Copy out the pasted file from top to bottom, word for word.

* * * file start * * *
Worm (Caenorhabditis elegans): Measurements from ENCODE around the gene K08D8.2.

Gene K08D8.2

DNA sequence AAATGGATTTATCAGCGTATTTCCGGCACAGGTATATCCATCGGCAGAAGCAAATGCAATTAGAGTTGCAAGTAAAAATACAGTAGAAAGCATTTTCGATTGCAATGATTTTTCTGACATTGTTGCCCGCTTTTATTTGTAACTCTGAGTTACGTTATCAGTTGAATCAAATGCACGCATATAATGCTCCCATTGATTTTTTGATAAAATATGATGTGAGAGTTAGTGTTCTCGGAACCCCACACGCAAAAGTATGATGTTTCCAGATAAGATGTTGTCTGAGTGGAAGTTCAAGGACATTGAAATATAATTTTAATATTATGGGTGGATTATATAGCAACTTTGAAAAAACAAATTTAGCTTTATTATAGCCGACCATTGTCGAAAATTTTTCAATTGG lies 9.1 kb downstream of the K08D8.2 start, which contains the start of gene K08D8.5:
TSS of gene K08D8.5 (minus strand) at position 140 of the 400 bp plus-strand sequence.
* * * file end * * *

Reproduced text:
Worm (Caenorhabditis elegans): Measurements from ENCODE around the gene K08D8.2.

Gene K08D8.2

DNA sequence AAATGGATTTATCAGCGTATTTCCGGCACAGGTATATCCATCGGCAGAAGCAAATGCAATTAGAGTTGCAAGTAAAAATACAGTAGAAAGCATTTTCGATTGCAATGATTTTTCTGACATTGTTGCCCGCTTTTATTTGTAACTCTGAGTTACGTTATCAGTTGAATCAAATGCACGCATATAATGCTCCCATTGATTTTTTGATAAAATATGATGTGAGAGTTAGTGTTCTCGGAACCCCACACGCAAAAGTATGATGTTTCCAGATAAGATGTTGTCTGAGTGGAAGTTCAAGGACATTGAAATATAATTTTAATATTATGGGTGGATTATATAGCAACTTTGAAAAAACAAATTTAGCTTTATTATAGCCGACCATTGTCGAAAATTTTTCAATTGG lies 9.1 kb downstream of the K08D8.2 start, which contains the start of gene K08D8.5:
TSS of gene K08D8.5 (minus strand) at position 140 of the 400 bp plus-strand sequence.